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Remembering LGBT Legal Activist Barrett Brick

Fought to record anti-gay violations in State Department’s human rights report

James Kirchick
October 07, 2013
Barrett Brick speaking at a Washington, D.C. protest against Iran's treatment of LGBT people on July 19, 2006.(Antonio Ruffini/GLAA)
Barrett Brick speaking at a Washington, D.C. protest against Iran's treatment of LGBT people on July 19, 2006.(Antonio Ruffini/GLAA)

The Russian government’s passage of a law this summer prohibiting so-called gay “propaganda” to minors has sparked a wave of international outrage directed at that country not seen since the plight of the Soviet Jewish refuseniks stirred a quarter of a million people to march on Washington in 1987. Someone who would have appreciated the connection between the two human rights causes, and who did much to unite them, was Barrett Brick, who died last month from cancer at age 59.

Barrett, who spent 30 years working as a lawyer for the Federal Communications Commission, was one of the first Washingtonians I met before moving here and eventually became my across-the-street neighbor in the Kalorama neighborhood just north of Dupont Circle. Barrett’s Judaism and homosexuality were not merely immutable markers of his identity; they were connections to traditions and communities spanning both the world and history that compelled him to further the cause of social justice. In 1991, when the State Department began compiling its annual human rights report on countries around the world, Barrett was one of three activists who met with an analyst to persuade them of the case that violations against LGBT people, as well as the discriminatory policies of certain governments, ought to be included in the accounts.

“Barrett strongly believed our top priority with the State Department was to increase inclusion of lesbian, gay, bisexual and transgender global advances and atrocities in the report, which would be of great benefit to our brothers and sisters struggling for any recognition of their plight from the American government,” wrote Michael Petrelis, one of the other activists. Today, the State Department’s annual Country Reports on Human Rights Practices is one of the most invaluable resources for activists, journalists and researchers interested in the cause of gay rights abroad, thanks largely to the work of Barrett.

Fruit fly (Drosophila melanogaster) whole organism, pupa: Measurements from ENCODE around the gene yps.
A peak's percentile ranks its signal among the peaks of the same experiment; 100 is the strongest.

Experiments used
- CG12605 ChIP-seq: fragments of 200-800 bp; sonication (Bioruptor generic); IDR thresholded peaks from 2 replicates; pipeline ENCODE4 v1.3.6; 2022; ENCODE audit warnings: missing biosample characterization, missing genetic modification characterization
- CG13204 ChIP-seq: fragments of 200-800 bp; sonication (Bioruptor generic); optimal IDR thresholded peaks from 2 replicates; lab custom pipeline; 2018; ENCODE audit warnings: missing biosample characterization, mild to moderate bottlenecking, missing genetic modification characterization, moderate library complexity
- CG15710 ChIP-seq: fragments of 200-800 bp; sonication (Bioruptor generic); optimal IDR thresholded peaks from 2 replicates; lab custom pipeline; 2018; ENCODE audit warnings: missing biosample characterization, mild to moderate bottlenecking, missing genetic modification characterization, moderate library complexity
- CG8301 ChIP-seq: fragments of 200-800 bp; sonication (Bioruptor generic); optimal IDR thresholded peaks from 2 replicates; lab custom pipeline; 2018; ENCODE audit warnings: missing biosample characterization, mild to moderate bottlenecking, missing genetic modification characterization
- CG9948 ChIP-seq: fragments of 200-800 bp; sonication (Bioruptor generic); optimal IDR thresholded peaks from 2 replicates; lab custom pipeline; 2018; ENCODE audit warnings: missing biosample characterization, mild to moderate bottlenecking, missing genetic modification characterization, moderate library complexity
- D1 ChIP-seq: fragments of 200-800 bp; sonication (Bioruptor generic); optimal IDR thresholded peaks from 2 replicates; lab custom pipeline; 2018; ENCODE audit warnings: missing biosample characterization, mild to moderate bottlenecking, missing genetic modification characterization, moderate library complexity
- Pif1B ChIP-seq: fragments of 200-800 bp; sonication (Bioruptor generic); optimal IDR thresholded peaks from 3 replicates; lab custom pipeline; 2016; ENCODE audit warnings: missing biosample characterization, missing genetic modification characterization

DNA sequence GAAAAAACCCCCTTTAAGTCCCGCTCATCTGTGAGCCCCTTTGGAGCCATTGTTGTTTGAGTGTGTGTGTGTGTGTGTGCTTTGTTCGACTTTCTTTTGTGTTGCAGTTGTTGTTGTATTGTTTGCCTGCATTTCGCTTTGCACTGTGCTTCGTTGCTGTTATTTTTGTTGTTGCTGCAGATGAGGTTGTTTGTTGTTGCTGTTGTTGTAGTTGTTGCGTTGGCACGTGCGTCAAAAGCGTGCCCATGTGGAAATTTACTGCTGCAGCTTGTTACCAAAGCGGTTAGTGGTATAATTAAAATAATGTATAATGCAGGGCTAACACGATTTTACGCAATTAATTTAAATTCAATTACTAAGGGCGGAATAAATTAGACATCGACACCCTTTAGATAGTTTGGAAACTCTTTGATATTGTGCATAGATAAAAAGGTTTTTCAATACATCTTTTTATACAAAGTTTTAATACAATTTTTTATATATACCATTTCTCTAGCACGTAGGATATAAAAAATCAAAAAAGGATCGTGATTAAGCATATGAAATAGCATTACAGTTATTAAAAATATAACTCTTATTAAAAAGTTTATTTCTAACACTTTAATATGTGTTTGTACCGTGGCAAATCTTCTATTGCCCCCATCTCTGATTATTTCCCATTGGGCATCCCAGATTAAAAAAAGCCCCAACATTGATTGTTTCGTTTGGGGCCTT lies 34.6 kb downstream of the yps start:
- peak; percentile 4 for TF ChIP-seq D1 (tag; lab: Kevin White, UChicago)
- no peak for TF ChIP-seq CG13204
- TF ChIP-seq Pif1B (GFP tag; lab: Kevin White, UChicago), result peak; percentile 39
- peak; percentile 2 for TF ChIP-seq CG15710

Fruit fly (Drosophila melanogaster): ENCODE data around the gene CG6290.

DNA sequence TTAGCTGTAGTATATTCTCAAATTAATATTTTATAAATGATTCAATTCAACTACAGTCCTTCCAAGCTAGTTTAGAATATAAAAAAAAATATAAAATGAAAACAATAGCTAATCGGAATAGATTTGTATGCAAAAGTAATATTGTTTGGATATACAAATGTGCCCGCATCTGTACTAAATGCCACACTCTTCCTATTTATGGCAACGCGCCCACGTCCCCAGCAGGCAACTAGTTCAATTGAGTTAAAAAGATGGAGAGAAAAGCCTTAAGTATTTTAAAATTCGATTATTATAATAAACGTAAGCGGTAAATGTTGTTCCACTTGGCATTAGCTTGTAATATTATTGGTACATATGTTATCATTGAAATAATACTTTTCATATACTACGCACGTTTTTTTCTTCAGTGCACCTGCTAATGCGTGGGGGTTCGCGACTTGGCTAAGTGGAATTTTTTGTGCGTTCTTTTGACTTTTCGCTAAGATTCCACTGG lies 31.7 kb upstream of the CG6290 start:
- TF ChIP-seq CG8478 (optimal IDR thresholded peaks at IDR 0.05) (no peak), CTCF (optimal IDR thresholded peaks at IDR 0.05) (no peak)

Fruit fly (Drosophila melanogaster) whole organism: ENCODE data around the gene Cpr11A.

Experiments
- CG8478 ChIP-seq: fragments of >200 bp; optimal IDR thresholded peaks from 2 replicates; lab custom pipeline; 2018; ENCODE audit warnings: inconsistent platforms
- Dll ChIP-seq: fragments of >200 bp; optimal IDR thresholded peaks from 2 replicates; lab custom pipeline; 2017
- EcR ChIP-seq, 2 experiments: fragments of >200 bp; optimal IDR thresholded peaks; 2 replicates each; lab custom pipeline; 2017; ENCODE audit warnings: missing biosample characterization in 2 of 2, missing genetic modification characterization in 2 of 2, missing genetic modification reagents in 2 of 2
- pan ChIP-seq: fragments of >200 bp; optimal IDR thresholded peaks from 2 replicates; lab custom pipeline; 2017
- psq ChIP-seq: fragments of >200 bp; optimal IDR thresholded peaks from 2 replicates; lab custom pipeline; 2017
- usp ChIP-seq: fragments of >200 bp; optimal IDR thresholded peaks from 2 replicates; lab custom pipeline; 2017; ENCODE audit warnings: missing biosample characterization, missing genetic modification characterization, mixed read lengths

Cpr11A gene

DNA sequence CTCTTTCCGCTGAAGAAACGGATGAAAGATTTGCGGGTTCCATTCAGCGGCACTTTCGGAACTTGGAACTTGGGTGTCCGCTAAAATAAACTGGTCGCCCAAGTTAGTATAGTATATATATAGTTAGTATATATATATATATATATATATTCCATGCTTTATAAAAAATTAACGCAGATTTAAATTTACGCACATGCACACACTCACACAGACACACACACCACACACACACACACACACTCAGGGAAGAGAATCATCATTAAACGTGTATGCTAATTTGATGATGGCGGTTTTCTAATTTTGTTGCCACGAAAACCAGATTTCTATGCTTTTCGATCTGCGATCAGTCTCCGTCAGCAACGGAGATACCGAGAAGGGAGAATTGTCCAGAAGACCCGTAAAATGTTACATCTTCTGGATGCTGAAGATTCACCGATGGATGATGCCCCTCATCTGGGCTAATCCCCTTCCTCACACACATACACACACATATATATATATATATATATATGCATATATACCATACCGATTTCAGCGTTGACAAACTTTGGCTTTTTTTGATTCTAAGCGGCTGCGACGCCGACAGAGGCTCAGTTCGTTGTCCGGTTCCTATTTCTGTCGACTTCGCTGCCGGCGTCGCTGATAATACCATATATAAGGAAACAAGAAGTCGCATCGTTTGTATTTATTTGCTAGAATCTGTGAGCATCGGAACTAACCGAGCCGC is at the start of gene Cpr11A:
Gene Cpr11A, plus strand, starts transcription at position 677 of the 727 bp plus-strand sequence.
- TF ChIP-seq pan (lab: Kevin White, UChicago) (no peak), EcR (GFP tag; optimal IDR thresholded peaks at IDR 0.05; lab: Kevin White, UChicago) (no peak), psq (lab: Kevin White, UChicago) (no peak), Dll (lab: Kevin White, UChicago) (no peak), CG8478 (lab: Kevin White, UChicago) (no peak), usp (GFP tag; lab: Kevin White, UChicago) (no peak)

Barrett, who served as president of the Washington, D.C. LGBT Jewish congregation Beit Mishpachah, was also a crucial player in getting the U.S. Holocaust Memorial Museum to commemorate the homosexual victims of National Socialism, an effort that was met with shameful resistance at the time by some members of the governmental body tasked with planning for the Museum’s construction, as well as more conservative elements of the Jewish community, who wrongly believed that mentioning other victim groups would detract from the unique oppression suffered by European Jewry. As told by Craig Howell, one of Barrett’s colleagues in that dispute, the campaign for gay inclusion in the memorial was a “battle where we started out in a hole and whose outcome was never predetermined.”

The gay activists were eventually able to win over Elie Wiesel, the founding chairman of the Holocaust Memorial Council, who said, regarding the inclusion of non-Jewish victims in the Museum’s permanent exhibition, “No omission, absolutely not, but no equation.” In a dedicatory speech speech for the Museum, which happened to coincide with the 1993 National March on Washington for Lesbian, Gay, and Bi Equal Rights and Liberation, Barrett remarked, “Silence completes the work of Hitler.”

The institutional affiliations Barrett accumulated over the years were a nexus of causes Jewish and gay. He was a member of the board of the D.C. Chapter of the Log Cabin Republicans, served as executive director of the World Congress of Gay and Lesbian Jewish Organizations, was vice chair of the American Bar Association’s Committee on Sexual Orientation and Gender Identity, and the list goes on. He was a tireless advocate for the righteous causes he believed in and was always full of remarkable good cheer and vigor, as demonstrated by his love of science fiction, astronomy, and “eclipse chasing,” whereby he would travel the world to view lunar eclipses. “But his spirit was not in that pine box,” Rick Rosendall, Barrett’s friend and colleague in D.C. gay activist circles, said in a short but moving eulogy a week after his burial. “Somewhere he is himself again, wrestling, I suspect, with a powerful angel, like Jacob wrestling with God.”

James Kirchick is a Tablet columnist and the author of Secret City: The Hidden History of Gay Washington (Henry Holt, 2022). He tweets @jkirchick.